The six paths of pain in Naruto Shippuden played an iconic role in the story.
There aren’t many arcs you can compare for its:
- Life lessons
And so many other things in the Naruto series.
Hate them or love them for their savage methods of bringing so called “peace”, but they’re villains unlike any other.
Here are some life lessons from the six paths of pain.
1. Too much pain makes a good person evil
In the beginning of Pain’s story, Yahiko and Nagato in particular are good hearted people.
They’re only kids at the time.
Nagato is an innocent child who’s family is killed “by accident” because of the incompetence of the leaf village: Konoha.
Konoha soldiers end up killing Nagato’s family believing they’re enemies during the 2nd Shinobi war, since there weren’t many civilians in the area.
This is the first experience of “pain” that eventually leads this kid into a life of murder, savagery, and serial killing.
It happens gradually, sometime after experiencing more deaths in his life and becoming older than a teenager.
At some point Nagato can’t take it anymore, and so he turns to vengeance on a mass scale.
Yahiko’s death is another moment of “pain” that pushes him onto this path. In fact it’s one of the key moments that drives him down the path of darkness.
The way Yahiko dies, and how Hanzo who kills Yahiko then tries killing Nagato… The evil of the world makes him see how cruel life is.
Jiraiya, Nagato’s sensei was his only “light”. But he didn’t stay around forever or long enough to steer Nagato and his comrades away from the dark side.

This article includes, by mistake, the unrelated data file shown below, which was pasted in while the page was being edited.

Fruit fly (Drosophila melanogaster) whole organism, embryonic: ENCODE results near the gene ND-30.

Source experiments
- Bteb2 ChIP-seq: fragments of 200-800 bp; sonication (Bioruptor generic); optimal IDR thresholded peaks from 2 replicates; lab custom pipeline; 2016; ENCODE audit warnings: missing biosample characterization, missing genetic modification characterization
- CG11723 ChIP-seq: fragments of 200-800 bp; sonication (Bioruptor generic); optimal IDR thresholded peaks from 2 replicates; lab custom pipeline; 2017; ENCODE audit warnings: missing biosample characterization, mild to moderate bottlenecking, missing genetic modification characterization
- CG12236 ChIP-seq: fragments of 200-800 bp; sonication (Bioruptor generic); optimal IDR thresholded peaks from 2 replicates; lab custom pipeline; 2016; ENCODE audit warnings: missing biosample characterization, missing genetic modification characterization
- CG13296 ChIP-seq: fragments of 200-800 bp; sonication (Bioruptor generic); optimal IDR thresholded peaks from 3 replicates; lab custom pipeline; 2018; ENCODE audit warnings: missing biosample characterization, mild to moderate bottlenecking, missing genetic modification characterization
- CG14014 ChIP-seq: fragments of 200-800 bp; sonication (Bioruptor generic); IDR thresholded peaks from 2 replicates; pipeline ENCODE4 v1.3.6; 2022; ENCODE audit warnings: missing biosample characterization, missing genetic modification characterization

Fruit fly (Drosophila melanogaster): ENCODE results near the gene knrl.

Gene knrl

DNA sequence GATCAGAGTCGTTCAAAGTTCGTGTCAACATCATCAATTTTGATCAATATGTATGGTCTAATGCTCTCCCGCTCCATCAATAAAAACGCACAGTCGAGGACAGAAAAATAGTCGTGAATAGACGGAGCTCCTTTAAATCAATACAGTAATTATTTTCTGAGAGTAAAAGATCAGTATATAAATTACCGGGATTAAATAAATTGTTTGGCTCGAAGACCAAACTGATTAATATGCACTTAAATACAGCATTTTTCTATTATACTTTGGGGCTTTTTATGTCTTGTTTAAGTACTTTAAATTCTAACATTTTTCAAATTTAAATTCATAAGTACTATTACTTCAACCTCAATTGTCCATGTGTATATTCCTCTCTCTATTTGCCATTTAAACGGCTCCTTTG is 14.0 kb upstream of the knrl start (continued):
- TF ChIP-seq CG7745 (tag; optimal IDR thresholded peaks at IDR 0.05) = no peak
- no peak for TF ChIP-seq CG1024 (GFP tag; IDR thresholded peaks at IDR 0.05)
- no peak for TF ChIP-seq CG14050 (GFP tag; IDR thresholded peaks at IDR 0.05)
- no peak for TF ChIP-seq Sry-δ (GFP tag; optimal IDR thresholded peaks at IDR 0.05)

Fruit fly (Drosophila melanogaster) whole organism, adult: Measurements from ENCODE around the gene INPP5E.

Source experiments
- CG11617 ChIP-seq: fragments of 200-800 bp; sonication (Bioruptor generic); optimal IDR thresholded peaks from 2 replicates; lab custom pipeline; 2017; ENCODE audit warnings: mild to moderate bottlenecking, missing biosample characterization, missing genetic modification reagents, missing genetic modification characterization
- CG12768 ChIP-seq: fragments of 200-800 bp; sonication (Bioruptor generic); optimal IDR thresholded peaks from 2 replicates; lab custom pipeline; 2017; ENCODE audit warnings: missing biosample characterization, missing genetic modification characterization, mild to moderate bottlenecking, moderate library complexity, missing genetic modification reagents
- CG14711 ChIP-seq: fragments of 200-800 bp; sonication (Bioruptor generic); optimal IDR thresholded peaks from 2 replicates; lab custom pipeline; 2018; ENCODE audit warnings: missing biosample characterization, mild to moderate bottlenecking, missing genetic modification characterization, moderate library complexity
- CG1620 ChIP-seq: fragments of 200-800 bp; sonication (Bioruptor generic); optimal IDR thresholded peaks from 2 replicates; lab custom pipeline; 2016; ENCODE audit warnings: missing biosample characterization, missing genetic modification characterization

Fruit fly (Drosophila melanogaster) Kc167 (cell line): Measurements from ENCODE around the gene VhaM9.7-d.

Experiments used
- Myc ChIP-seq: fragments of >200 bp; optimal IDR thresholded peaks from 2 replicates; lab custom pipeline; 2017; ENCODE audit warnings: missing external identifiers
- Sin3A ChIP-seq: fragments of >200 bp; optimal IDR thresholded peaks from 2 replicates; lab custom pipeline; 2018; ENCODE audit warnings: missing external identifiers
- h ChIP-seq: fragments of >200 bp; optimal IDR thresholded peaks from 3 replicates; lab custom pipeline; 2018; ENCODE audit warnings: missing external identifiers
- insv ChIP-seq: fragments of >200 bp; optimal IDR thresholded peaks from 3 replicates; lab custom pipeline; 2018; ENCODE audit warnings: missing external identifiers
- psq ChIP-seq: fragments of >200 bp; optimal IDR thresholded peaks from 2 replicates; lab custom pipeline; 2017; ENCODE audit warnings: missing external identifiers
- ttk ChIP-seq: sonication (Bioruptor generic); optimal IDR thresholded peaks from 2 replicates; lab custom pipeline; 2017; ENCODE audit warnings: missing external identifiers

At some point after fending for themselves with Jiraiya’s help, it’s too late and the pain becomes too unbearable.
Causing the world pain is how he ends up dealing with his own.
2. The path of “evil” is easier to justify
As a testament to my point, Nagato (and the six paths of pain) eventually kill Hanzo and all his Shinobi.
But he doesn’t stop there.
Nagato then murders EVERYONE in connection with Hanzo, or anyone who knew or is associated with Hanzo.
He systematically murders:
And anyone with even the slightest connection to Hanzo’s life.
Nagato (and the six paths of pain) essentially become serial killers to erase Hanzo’s existence, and to express their level of hatred towards the man.
Hatred that started when Hanzo forced Yahiko (Nagato’s friend) to kill himself.
In the end it’s justified (and easier to), even if it was to the extreme.
When “pain” is all you know, depending on how deep the wounds are, the path of evil is easier to justify than the opposite.
It’s easier to walk into the darkness than it is to remain in the light and “forgive” or forget the pain of the past. Especially when you deserved or asked for none of that pain.
Being the so called “bigger” person is hard when pain runs this deep.
Revenge is logical, even if it means creating a never ending cycle of hatred on both ends of the stick.
3. Pain is how you relate and understand each other
During the fight between Pain and Naruto, Pain (Nagato) points something out.
He tells Naruto (paraphrase) that the best way to understand each other is through pain.